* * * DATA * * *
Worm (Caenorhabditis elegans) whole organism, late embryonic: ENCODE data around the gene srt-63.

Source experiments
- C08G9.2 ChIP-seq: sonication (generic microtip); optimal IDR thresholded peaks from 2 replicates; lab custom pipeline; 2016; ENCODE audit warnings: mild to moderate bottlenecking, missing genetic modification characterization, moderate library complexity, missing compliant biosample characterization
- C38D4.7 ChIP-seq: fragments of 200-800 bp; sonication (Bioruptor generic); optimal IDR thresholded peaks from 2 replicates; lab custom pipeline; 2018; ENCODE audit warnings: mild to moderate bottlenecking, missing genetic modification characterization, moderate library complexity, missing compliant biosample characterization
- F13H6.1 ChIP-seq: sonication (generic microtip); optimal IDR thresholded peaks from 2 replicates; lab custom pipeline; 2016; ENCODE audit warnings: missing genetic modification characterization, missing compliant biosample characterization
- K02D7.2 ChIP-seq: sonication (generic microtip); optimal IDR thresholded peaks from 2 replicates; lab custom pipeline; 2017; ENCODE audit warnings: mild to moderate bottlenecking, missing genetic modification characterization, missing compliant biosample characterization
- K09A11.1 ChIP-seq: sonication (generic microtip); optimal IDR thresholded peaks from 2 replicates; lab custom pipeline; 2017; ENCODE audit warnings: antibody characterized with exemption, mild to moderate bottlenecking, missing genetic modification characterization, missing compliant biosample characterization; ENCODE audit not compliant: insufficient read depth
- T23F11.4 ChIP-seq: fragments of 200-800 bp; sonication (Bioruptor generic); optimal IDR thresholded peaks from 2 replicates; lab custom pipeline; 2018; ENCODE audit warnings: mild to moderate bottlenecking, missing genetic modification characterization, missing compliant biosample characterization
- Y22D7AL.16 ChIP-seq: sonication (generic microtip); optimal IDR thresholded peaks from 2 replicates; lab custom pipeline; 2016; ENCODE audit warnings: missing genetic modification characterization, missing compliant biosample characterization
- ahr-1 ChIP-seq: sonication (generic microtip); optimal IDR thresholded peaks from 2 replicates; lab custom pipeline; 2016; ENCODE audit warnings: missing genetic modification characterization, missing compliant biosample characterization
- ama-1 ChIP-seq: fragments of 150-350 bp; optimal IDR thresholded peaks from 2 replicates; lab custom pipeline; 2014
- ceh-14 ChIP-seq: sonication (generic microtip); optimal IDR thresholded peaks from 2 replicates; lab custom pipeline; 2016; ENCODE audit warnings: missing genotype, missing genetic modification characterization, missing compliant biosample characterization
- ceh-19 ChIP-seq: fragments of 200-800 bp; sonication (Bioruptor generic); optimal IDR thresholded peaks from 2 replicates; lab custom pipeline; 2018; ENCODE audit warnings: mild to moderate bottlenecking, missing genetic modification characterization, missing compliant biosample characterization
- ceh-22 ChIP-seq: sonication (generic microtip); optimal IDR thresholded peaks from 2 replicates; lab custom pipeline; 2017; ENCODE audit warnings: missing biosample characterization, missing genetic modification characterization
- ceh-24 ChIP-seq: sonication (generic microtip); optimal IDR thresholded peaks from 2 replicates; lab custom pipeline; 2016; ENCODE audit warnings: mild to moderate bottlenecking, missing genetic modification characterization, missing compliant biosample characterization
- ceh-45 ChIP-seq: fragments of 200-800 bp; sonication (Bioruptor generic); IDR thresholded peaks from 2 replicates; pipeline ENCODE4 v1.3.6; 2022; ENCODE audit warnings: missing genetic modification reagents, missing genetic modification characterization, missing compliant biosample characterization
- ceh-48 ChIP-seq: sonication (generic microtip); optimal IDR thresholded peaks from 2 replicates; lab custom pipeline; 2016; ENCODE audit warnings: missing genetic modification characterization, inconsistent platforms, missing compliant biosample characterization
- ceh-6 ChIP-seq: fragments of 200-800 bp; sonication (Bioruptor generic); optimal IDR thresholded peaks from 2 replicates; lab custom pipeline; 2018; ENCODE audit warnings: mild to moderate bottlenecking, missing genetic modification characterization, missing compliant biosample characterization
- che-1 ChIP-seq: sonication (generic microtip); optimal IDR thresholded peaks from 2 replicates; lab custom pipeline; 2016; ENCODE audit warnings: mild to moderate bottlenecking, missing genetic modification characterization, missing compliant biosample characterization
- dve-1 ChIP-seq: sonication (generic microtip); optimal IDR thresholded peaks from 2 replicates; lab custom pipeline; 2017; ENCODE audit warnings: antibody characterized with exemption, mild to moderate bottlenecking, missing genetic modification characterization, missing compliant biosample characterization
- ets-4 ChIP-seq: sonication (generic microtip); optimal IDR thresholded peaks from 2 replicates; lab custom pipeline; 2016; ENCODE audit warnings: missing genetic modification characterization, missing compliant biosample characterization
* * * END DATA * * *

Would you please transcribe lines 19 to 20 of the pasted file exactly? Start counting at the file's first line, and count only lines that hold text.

- che-1 ChIP-seq: sonication (generic microtip); optimal IDR thresholded peaks from 2 replicates; lab custom pipeline; 2016; ENCODE audit warnings: mild to moderate bottlenecking, missing genetic modification characterization, missing compliant biosample characterization
- dve-1 ChIP-seq: sonication (generic microtip); optimal IDR thresholded peaks from 2 replicates; lab custom pipeline; 2017; ENCODE audit warnings: antibody characterized with exemption, mild to moderate bottlenecking, missing genetic modification characterization, missing compliant biosample characterization